Book Review: Charles Dickens — Chronic Liar

By Bill Littlefield

The book’s most damaging and embarrassing charge against Charles Dickens: he was a reckless syphilitic who infected his wife and children.

The Life and Lies of Charles Dickens by Helena Kelly, Pegasus Books, 272 pages

Helena Kelly contends that from the time he first began to impress readers, Charles Dickens “started manipulating his life story for posterity, and always in a way which was likely to appeal to the public and to make him the object of sympathy.”

Kelly argues that Dickens planted various dubious stories with a friend named John Forster, who wrote the first Dickens biography. It was thoroughly authorized. According to Kelly, although some of the stories had some basis in fact, many were distorted to present Dickens in the best possible light. Others were inventions. She maintains that the renowned writer intentionally provided his public with material designed to satisfy the curiosity of his readers while guiding “people away from all the really sensitive topics.” that might have embarrassed the author or diminished his reputation.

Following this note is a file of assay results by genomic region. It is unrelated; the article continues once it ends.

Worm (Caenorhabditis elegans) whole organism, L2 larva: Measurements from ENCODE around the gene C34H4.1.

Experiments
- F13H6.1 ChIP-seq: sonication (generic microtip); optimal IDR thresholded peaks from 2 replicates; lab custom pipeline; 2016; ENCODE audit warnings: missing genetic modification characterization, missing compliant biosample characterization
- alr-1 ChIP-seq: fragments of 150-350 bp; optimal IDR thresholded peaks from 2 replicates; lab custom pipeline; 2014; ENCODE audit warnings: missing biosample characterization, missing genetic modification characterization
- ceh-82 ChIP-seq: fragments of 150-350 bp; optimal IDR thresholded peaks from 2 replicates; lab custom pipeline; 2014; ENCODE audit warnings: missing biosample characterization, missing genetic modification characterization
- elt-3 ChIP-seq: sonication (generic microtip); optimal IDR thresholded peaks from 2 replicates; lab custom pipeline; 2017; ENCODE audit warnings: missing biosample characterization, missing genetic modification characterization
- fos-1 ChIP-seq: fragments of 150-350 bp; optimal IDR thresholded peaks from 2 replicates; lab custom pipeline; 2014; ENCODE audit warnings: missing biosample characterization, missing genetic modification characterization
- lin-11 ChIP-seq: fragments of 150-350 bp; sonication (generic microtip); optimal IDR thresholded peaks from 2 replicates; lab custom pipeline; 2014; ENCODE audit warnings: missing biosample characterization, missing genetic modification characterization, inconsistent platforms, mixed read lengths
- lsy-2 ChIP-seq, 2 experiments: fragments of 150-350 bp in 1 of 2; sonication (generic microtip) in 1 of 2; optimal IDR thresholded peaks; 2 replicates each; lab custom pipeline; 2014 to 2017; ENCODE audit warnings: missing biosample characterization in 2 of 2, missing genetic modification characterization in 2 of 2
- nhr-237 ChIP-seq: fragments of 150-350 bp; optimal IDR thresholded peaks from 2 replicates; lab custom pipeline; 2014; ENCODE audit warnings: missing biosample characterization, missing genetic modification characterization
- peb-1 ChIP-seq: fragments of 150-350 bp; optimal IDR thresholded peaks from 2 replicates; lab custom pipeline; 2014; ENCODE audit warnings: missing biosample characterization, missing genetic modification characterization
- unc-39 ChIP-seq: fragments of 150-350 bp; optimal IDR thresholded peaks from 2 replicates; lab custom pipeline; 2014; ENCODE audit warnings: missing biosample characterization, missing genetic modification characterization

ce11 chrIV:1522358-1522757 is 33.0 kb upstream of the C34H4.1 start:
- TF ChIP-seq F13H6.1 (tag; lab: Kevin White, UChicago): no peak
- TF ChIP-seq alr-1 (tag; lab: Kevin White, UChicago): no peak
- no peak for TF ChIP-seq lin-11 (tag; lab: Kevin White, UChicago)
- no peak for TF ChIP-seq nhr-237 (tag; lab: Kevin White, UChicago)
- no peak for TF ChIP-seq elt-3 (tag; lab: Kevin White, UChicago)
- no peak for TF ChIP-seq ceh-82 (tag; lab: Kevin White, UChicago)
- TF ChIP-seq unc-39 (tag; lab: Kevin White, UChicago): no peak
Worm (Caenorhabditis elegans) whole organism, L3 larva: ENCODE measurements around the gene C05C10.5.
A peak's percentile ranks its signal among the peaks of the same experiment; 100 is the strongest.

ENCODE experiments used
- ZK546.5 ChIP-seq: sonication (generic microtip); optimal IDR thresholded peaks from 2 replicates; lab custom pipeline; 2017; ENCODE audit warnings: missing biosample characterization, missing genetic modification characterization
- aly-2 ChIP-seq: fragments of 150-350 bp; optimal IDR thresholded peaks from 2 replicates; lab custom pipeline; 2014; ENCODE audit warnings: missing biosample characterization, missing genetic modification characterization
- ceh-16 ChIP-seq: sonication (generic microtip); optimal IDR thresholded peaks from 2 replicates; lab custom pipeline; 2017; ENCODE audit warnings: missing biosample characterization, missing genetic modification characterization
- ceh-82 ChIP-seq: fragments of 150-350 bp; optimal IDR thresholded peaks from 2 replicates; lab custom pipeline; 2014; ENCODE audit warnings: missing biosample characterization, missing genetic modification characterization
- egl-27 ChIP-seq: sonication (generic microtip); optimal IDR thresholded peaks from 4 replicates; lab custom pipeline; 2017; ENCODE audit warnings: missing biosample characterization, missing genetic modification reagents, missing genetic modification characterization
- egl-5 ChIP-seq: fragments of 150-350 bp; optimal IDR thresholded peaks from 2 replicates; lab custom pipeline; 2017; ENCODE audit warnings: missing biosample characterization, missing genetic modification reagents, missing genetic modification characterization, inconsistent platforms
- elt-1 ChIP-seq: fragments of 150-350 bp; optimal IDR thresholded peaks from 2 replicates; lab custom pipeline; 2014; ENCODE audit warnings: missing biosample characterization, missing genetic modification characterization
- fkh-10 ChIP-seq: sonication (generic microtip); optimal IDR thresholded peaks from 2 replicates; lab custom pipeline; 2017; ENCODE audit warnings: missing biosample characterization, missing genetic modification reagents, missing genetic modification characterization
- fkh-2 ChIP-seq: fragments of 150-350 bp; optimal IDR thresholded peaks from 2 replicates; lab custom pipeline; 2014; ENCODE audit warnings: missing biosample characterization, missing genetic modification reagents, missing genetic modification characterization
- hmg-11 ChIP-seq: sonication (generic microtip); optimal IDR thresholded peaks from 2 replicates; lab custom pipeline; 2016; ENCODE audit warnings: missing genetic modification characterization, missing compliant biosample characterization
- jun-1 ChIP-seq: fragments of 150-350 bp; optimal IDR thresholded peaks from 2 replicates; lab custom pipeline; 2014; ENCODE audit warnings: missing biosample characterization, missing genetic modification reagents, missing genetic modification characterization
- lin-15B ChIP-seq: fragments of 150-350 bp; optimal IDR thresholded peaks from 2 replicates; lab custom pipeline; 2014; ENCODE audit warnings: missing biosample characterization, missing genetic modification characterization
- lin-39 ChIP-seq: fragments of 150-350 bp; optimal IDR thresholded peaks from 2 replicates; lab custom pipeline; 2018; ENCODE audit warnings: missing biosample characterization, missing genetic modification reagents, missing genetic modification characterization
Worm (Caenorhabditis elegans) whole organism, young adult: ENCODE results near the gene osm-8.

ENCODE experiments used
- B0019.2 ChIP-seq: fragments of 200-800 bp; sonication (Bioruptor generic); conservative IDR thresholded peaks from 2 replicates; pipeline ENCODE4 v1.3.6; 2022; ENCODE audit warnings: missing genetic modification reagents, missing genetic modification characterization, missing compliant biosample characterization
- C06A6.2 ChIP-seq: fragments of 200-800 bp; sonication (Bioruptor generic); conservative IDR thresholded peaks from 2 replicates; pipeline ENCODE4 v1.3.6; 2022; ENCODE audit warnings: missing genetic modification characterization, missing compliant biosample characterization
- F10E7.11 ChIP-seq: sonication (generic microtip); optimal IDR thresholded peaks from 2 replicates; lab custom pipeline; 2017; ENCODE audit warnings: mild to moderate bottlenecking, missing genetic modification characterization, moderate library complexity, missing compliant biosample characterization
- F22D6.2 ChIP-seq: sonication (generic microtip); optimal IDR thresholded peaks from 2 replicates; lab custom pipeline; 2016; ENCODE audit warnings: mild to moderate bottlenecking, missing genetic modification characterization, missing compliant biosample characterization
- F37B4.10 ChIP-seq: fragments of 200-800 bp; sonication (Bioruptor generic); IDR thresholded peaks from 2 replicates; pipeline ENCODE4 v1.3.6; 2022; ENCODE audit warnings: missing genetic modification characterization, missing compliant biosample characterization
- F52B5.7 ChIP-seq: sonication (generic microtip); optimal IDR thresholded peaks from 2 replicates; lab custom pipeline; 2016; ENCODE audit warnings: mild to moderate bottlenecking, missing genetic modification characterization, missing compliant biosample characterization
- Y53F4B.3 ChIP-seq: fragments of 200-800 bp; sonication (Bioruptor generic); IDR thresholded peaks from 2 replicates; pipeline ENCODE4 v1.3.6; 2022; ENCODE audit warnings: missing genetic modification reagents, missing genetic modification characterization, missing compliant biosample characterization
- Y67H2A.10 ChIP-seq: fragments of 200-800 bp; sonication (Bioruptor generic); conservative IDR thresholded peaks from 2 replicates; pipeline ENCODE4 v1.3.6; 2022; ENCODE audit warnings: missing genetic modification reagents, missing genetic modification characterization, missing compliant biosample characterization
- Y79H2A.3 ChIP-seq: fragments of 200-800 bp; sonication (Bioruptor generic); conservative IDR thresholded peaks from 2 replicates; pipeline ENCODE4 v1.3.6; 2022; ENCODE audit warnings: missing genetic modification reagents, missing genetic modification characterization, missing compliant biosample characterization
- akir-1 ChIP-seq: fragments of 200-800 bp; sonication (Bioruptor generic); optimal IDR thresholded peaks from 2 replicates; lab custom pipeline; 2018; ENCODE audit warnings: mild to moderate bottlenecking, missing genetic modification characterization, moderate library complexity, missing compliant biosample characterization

Kelly accuses Dickens of using sentimental stories of his impoverished childhood to mask the criminal past of some of his family members. Though he “couldn’t keep his past out of his work completely,” he could “deflect and distract,” according to Kelly. She finds in the novels David Copperfield, Bleak House and elsewhere in Dickens’ writings clever references to the author’s life meant to send literary sleuths in various wrong directions.